Open Access Journal

ISSN: 2183-2463

Article | Open Access

All About Feelings? Emotional Appeals as Drivers of User Engagement With Facebook Posts

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Abstract:  Political campaigns routinely appeal to citizens’ emotions, and there is evidence that such appeals influence political behaviour. Social media, an important arena through which political actors communicate with voters, provide a rich source of data for investigating not only which communication strategies they use but also which of these engage followers. Building on political psychology and political communication literature, the present study investigates the relationship between appeals to specific emotions (fear, anger, enthusiasm, and pride) and the engagement that such posts generate on Facebook. We created an engagement index sensitive to the Facebook page follower count and employed multilevel modelling techniques. We conducted a manual content analysis of posts by British political parties and their leaders (N = 1,203) during the Brexit referendum debate on Facebook. We found that engagement with a post substantially increases when appeals to anger, enthusiasm, and pride are present. Conversely, there is no relationship between appeals to fear and engagement. Thus, the results indicate with observational data what we know about the effects of emotions from experimental research in political psychology. Emotions of the same valence (e.g., fear and anger) have a different relationship with user engagement and, by extension, political behaviour and participation online. This indicates that to fully understand the role of emotions in generating user engagement on Facebook, we must go beyond the positive and negative dichotomy and look at discrete emotions. Lastly, British political actors used Facebook communication to generate online political participation during the Brexit debate.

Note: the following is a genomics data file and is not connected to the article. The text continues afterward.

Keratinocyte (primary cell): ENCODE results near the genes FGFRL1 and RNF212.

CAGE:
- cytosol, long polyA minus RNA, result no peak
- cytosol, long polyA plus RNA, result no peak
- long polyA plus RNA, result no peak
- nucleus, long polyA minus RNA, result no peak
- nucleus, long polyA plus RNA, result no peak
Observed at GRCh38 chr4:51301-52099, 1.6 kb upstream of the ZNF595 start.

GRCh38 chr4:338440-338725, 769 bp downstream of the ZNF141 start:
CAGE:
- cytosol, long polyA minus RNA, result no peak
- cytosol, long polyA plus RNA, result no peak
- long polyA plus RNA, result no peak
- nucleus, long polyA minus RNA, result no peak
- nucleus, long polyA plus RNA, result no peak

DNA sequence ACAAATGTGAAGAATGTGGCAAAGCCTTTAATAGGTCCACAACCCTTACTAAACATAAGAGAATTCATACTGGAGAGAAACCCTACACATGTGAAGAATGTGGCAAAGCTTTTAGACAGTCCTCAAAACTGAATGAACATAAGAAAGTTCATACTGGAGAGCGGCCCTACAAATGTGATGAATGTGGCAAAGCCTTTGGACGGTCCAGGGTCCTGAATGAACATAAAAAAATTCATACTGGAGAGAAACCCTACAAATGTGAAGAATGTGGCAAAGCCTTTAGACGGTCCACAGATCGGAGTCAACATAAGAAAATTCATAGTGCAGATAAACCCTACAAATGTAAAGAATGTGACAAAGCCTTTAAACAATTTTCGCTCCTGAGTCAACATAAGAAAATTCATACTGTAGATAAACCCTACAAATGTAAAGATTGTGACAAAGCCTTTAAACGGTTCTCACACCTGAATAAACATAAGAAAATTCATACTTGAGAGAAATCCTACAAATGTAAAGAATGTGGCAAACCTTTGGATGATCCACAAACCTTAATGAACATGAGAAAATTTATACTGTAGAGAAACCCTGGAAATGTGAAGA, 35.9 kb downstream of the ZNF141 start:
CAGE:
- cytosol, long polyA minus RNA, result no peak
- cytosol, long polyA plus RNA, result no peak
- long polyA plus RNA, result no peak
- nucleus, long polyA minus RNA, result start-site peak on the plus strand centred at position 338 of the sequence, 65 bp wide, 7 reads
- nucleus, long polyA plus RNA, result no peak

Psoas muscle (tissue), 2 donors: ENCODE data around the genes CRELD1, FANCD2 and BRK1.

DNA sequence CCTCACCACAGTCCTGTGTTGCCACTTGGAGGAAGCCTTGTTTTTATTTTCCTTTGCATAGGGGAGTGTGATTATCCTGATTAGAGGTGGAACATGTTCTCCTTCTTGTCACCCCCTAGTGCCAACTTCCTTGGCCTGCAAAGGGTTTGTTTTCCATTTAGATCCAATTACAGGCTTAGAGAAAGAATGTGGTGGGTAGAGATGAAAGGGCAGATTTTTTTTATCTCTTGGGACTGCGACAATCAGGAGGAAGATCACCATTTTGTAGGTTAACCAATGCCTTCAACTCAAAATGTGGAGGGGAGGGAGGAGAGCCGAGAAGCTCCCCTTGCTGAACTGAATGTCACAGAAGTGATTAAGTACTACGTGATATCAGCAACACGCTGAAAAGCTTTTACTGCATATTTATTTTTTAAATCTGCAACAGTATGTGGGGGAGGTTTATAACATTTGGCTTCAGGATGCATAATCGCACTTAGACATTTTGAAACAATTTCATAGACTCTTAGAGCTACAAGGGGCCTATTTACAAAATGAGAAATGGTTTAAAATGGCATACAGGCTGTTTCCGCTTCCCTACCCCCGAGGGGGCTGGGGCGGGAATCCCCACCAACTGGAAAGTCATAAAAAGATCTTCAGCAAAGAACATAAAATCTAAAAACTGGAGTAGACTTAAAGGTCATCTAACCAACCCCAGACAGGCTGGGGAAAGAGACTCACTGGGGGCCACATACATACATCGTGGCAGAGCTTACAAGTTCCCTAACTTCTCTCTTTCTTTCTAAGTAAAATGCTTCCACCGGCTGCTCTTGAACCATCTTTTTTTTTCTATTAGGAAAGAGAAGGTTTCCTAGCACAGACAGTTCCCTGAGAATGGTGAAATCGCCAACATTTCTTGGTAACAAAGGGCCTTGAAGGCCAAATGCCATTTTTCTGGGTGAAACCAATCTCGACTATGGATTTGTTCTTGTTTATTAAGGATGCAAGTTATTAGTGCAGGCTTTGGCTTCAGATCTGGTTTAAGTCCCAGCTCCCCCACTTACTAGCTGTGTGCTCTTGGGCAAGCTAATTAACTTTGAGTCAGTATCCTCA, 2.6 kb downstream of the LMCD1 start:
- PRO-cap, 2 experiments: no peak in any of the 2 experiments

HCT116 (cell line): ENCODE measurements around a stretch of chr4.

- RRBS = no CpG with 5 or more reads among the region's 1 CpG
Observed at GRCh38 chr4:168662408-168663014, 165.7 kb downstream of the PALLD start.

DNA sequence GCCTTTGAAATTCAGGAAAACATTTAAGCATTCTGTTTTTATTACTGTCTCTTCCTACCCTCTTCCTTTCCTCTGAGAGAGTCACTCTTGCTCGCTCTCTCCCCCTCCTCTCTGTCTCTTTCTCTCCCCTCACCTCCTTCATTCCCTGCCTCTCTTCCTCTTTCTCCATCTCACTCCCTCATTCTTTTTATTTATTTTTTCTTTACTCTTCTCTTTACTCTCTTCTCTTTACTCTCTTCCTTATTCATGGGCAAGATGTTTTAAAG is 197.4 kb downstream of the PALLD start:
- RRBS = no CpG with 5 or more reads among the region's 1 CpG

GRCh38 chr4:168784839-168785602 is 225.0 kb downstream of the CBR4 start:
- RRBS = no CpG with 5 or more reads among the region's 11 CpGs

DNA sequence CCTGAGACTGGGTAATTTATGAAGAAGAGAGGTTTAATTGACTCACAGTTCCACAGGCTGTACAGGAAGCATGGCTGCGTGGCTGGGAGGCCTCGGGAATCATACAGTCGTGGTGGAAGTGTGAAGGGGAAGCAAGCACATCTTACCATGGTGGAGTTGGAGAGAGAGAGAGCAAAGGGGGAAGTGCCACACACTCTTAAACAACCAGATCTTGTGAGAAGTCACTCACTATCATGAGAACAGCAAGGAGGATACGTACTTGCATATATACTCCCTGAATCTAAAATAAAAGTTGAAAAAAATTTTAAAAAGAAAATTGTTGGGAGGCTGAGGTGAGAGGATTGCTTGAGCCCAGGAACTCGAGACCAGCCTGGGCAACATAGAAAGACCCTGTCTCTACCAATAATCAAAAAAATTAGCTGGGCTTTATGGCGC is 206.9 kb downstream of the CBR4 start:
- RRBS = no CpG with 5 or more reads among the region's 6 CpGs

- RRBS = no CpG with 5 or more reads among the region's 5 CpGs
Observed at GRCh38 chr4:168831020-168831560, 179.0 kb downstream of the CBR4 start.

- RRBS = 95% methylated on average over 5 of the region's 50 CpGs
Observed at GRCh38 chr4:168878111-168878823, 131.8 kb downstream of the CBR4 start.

Keywords:  Brexit; emotional appeals; Facebook; manual content analysis; political communication strategies; user engagement



© Anna Bil-Jaruzelska, Cristina Monzer. This is an open access article distributed under the terms of the Creative Commons Attribution 4.0 license (, which permits any use, distribution, and reproduction of the work without further permission provided the original author(s) and source are credited.